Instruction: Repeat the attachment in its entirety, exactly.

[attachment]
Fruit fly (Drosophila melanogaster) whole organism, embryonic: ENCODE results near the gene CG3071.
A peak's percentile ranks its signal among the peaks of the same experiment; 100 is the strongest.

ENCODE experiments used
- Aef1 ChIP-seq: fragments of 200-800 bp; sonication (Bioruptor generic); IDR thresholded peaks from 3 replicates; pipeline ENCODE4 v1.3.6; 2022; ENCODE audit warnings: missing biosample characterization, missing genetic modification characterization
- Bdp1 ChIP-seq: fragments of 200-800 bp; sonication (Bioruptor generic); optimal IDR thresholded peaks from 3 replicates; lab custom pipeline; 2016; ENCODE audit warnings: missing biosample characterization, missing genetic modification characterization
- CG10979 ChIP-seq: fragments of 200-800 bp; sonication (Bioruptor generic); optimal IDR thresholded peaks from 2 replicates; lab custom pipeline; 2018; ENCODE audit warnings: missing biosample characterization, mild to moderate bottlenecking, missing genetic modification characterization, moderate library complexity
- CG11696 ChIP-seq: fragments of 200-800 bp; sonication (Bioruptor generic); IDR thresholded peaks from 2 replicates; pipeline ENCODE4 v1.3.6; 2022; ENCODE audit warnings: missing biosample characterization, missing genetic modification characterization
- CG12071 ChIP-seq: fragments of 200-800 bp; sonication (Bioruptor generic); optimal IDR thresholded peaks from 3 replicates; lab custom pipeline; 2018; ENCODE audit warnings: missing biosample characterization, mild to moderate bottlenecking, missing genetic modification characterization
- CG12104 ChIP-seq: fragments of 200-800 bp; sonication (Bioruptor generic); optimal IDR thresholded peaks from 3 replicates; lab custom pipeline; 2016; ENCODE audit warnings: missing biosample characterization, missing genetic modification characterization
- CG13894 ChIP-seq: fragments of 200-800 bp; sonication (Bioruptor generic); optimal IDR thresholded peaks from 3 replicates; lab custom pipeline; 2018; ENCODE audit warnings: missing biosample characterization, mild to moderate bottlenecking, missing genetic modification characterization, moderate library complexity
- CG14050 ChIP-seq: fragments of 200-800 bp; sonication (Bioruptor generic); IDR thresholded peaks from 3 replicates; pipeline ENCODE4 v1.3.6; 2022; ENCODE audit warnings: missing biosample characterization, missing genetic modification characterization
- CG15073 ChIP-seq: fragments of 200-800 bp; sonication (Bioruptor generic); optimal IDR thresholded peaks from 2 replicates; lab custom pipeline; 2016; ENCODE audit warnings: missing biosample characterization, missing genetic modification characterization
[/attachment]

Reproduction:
Fruit fly (Drosophila melanogaster) whole organism, embryonic: ENCODE results near the gene CG3071.
A peak's percentile ranks its signal among the peaks of the same experiment; 100 is the strongest.

ENCODE experiments used
- Aef1 ChIP-seq: fragments of 200-800 bp; sonication (Bioruptor generic); IDR thresholded peaks from 3 replicates; pipeline ENCODE4 v1.3.6; 2022; ENCODE audit warnings: missing biosample characterization, missing genetic modification characterization
- Bdp1 ChIP-seq: fragments of 200-800 bp; sonication (Bioruptor generic); optimal IDR thresholded peaks from 3 replicates; lab custom pipeline; 2016; ENCODE audit warnings: missing biosample characterization, missing genetic modification characterization
- CG10979 ChIP-seq: fragments of 200-800 bp; sonication (Bioruptor generic); optimal IDR thresholded peaks from 2 replicates; lab custom pipeline; 2018; ENCODE audit warnings: missing biosample characterization, mild to moderate bottlenecking, missing genetic modification characterization, moderate library complexity
- CG11696 ChIP-seq: fragments of 200-800 bp; sonication (Bioruptor generic); IDR thresholded peaks from 2 replicates; pipeline ENCODE4 v1.3.6; 2022; ENCODE audit warnings: missing biosample characterization, missing genetic modification characterization
- CG12071 ChIP-seq: fragments of 200-800 bp; sonication (Bioruptor generic); optimal IDR thresholded peaks from 3 replicates; lab custom pipeline; 2018; ENCODE audit warnings: missing biosample characterization, mild to moderate bottlenecking, missing genetic modification characterization
- CG12104 ChIP-seq: fragments of 200-800 bp; sonication (Bioruptor generic); optimal IDR thresholded peaks from 3 replicates; lab custom pipeline; 2016; ENCODE audit warnings: missing biosample characterization, missing genetic modification characterization
- CG13894 ChIP-seq: fragments of 200-800 bp; sonication (Bioruptor generic); optimal IDR thresholded peaks from 3 replicates; lab custom pipeline; 2018; ENCODE audit warnings: missing biosample characterization, mild to moderate bottlenecking, missing genetic modification characterization, moderate library complexity
- CG14050 ChIP-seq: fragments of 200-800 bp; sonication (Bioruptor generic); IDR thresholded peaks from 3 replicates; pipeline ENCODE4 v1.3.6; 2022; ENCODE audit warnings: missing biosample characterization, missing genetic modification characterization
- CG15073 ChIP-seq: fragments of 200-800 bp; sonication (Bioruptor generic); optimal IDR thresholded peaks from 2 replicates; lab custom pipeline; 2016; ENCODE audit warnings: missing biosample characterization, missing genetic modification characterization